[The following is a guest post from my sister, an ME student at the University of Alabama and itinerant intern/co-op/resident smart person.]
I’m sitting at my desk tonight with a hot cup of cocoa (courtesy of my awesome grandmother who sends me delicious care packages) ostensibly studying for a test tomorrow. Instead, I’ve decided to take a break to document an interesting happening from a few weeks back that sparked some pondering.
As any good story needs a setting, we’ll start with a little background. It was a run-of-the-mill Monday morning in my mechanics of materials class. The professor for this class, we will call him Dr. A, has a Ph.D. and is, once you get used to his thick Indian accent, generally a good communicator. Overall, I have been satisfied with his course. He sets clear expectations and has a no-nonsense way of approaching assignments and grading. He even has some fairly positive reviews on the infamous “rate my professor” site. This particular Monday, however, he did not live up to my expectations.
We started off the lecture normally, beginning with a brief overview of the day’s topic of beam deflection. I’ll spare you the super technical details, but in layman’s terms, we were discussing what happens to solid structures when specific loading and constraint conditions are applied. Usually, Dr. A will work through an example problem before sending us off to, ideally, complete the three assigned homework problems on our own before the next class period. The example for this topic was a man on a diving board. We were basically trying to find how far the board would bend, given the shape of the supports and the weight of the man. We got about halfway into the problem before Dr. A wrote an equation that did not seem to be true. I stopped writing in my notebook and elbowed my neighbor. I pointed to the equation I had written down and asked if she thought that was right. She shrugged nonchalantly and went back to finishing up the homework that was due at the end of class. I turned to the girl on my other side and she looked at it, then looked at his notes and frowned saying uncertainly that it seemed off to her, but then continued copying down his notes.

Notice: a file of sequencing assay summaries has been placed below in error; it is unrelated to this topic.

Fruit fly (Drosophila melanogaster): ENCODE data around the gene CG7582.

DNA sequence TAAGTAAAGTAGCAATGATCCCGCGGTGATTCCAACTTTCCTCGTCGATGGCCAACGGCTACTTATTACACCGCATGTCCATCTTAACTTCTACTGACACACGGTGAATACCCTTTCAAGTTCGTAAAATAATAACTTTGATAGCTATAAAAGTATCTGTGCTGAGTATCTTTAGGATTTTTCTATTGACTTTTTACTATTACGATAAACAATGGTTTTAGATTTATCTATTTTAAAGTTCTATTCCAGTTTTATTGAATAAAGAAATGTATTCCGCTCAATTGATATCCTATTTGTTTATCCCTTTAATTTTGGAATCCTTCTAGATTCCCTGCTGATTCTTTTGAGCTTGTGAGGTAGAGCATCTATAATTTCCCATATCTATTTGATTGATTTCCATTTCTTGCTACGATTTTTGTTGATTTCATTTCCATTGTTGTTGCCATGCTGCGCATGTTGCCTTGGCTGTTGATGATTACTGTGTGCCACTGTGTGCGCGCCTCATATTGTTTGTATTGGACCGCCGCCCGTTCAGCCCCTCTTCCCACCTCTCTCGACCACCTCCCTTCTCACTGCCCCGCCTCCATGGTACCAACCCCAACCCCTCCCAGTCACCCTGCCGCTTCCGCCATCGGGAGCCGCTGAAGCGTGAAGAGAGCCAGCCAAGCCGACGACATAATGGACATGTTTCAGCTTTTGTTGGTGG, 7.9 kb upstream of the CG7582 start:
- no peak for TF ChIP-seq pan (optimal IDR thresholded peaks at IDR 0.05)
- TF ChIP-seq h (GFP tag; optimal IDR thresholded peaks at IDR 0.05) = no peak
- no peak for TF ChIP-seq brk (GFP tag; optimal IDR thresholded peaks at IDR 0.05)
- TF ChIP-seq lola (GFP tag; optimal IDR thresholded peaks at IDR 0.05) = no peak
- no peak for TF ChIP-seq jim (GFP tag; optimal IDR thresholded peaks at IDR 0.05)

I continued to stare at it, still fairly convinced that it was not correct. I finally came to the conclusion that I was going to have to be that kid that everyone hates: I raised my hand in the middle of lecture. Dr. A stopped writing and asked what my question was. I directed him back to the offending equation and tried to articulate what I thought it should be. He listened briefly, then jumped into an explanation of why he had written what he had. I listened, frowning, still unconvinced. He finished his explanation and started to move on. Two guys in the row behind me, however, had started muttering to each other as soon as I asked the question, and they had apparently come to the same conclusion that I had. They jumped in when he began to move on, and asked the same question that I had, this time phrased in a slightly more accusing manner. He once again began to explain his equation using much the same explanation he had just finished moments before, this time with interjected arguments from the two guys behind me. They finally acquiesced after a few minutes of back and forth, and he once again moved on.
At this point, about ten minutes had passed and class was nearing the end. I was still not satisfied, and the guys behind me were now angrily muttering to each other about him being wrong, but we had all given up after hearing him explain it the same way 3 or 4 times. I heard the guy in front of me complain to his neighbor that we wouldn’t even be able to finish the example in class today. The professor hurried through the rest of the problem and we were dismissed. I left with a large X through the equation in question and a big “?” next to all the work after it which was based on that conclusion.
Not two hours after the class ended, we all received an email with the following: